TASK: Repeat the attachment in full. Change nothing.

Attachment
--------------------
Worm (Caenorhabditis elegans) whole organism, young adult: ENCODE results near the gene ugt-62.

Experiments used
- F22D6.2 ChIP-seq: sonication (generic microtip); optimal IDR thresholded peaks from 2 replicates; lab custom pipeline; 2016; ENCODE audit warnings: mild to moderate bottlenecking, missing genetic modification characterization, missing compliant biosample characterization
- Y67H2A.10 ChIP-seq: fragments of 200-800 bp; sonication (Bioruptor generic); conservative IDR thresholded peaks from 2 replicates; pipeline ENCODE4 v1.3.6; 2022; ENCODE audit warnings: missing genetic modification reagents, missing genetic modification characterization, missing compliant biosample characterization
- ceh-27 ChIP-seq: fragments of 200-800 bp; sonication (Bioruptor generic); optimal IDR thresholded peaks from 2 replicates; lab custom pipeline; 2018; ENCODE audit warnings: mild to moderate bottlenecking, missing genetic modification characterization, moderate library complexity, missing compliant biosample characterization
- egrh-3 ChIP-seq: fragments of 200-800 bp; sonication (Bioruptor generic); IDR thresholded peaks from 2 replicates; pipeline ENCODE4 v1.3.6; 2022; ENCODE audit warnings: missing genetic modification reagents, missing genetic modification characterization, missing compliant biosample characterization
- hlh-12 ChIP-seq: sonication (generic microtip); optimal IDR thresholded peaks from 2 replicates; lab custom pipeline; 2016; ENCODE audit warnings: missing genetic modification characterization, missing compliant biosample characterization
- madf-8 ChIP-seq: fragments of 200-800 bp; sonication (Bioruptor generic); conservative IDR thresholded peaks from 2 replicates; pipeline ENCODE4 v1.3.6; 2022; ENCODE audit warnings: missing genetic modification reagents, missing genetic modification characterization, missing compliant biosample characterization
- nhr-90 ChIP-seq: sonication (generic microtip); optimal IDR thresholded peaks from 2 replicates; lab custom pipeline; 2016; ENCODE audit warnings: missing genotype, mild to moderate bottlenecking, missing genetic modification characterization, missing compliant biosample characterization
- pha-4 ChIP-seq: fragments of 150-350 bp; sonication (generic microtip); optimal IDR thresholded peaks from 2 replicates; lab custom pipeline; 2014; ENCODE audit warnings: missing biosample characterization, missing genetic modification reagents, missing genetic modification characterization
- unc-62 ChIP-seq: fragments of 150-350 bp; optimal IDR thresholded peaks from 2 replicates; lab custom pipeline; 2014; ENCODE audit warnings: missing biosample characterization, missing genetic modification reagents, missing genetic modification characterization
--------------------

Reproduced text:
Worm (Caenorhabditis elegans) whole organism, young adult: ENCODE results near the gene ugt-62.

Experiments used
- F22D6.2 ChIP-seq: sonication (generic microtip); optimal IDR thresholded peaks from 2 replicates; lab custom pipeline; 2016; ENCODE audit warnings: mild to moderate bottlenecking, missing genetic modification characterization, missing compliant biosample characterization
- Y67H2A.10 ChIP-seq: fragments of 200-800 bp; sonication (Bioruptor generic); conservative IDR thresholded peaks from 2 replicates; pipeline ENCODE4 v1.3.6; 2022; ENCODE audit warnings: missing genetic modification reagents, missing genetic modification characterization, missing compliant biosample characterization
- ceh-27 ChIP-seq: fragments of 200-800 bp; sonication (Bioruptor generic); optimal IDR thresholded peaks from 2 replicates; lab custom pipeline; 2018; ENCODE audit warnings: mild to moderate bottlenecking, missing genetic modification characterization, moderate library complexity, missing compliant biosample characterization
- egrh-3 ChIP-seq: fragments of 200-800 bp; sonication (Bioruptor generic); IDR thresholded peaks from 2 replicates; pipeline ENCODE4 v1.3.6; 2022; ENCODE audit warnings: missing genetic modification reagents, missing genetic modification characterization, missing compliant biosample characterization
- hlh-12 ChIP-seq: sonication (generic microtip); optimal IDR thresholded peaks from 2 replicates; lab custom pipeline; 2016; ENCODE audit warnings: missing genetic modification characterization, missing compliant biosample characterization
- madf-8 ChIP-seq: fragments of 200-800 bp; sonication (Bioruptor generic); conservative IDR thresholded peaks from 2 replicates; pipeline ENCODE4 v1.3.6; 2022; ENCODE audit warnings: missing genetic modification reagents, missing genetic modification characterization, missing compliant biosample characterization
- nhr-90 ChIP-seq: sonication (generic microtip); optimal IDR thresholded peaks from 2 replicates; lab custom pipeline; 2016; ENCODE audit warnings: missing genotype, mild to moderate bottlenecking, missing genetic modification characterization, missing compliant biosample characterization
- pha-4 ChIP-seq: fragments of 150-350 bp; sonication (generic microtip); optimal IDR thresholded peaks from 2 replicates; lab custom pipeline; 2014; ENCODE audit warnings: missing biosample characterization, missing genetic modification reagents, missing genetic modification characterization
- unc-62 ChIP-seq: fragments of 150-350 bp; optimal IDR thresholded peaks from 2 replicates; lab custom pipeline; 2014; ENCODE audit warnings: missing biosample characterization, missing genetic modification reagents, missing genetic modification characterization